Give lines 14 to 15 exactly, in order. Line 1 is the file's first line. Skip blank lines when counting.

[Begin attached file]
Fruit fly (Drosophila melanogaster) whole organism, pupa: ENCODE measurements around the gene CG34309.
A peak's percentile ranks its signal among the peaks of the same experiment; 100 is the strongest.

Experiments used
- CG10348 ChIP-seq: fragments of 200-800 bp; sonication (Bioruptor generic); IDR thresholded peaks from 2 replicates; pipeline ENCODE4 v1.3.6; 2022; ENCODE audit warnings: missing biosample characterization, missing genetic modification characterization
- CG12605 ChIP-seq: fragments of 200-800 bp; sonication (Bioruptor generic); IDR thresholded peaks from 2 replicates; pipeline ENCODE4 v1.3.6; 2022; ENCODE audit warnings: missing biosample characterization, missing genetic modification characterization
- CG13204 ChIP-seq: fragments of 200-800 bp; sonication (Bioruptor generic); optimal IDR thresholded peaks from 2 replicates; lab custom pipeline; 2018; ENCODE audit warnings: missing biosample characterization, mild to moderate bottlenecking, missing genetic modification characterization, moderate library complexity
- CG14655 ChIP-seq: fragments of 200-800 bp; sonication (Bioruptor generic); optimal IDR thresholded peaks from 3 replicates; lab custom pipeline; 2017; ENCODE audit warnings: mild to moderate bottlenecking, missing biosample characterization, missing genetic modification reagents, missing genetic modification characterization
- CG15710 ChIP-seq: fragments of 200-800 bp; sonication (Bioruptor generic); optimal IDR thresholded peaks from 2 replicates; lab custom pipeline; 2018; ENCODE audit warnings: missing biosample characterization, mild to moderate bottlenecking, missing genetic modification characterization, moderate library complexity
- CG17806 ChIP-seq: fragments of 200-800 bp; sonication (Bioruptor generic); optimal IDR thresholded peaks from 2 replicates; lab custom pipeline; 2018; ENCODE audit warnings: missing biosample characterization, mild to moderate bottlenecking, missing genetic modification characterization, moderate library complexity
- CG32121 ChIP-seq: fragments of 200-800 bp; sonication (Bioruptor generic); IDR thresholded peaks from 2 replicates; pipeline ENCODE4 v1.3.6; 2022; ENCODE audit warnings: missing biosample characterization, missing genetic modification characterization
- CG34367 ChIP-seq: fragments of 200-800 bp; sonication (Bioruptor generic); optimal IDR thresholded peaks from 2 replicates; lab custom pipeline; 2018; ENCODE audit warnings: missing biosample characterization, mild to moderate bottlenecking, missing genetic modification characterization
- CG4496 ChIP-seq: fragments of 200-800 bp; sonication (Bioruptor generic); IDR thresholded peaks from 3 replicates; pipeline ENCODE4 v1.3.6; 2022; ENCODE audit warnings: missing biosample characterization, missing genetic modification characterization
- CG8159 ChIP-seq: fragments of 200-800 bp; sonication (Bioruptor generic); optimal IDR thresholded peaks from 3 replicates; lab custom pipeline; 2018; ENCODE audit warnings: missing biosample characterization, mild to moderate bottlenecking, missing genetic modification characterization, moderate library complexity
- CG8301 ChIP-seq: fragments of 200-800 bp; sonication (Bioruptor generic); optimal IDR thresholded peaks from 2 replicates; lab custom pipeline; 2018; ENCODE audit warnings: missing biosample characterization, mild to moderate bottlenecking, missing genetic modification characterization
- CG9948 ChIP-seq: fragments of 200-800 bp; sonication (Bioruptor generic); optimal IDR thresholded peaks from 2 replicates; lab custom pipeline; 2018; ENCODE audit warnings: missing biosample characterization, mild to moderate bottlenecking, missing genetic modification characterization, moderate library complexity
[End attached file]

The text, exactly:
- CG8301 ChIP-seq: fragments of 200-800 bp; sonication (Bioruptor generic); optimal IDR thresholded peaks from 2 replicates; lab custom pipeline; 2018; ENCODE audit warnings: missing biosample characterization, mild to moderate bottlenecking, missing genetic modification characterization
- CG9948 ChIP-seq: fragments of 200-800 bp; sonication (Bioruptor generic); optimal IDR thresholded peaks from 2 replicates; lab custom pipeline; 2018; ENCODE audit warnings: missing biosample characterization, mild to moderate bottlenecking, missing genetic modification characterization, moderate library complexity